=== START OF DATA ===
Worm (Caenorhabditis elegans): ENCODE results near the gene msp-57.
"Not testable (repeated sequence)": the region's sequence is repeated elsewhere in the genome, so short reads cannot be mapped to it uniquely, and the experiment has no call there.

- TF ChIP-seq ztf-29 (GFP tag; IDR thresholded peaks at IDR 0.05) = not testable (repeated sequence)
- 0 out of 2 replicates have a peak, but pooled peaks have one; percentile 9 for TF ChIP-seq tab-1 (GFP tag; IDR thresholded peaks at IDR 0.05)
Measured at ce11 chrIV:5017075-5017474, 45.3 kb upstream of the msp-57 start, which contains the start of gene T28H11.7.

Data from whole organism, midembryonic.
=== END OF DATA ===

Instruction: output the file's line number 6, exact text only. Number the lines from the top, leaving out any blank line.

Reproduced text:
Data from whole organism, midembryonic.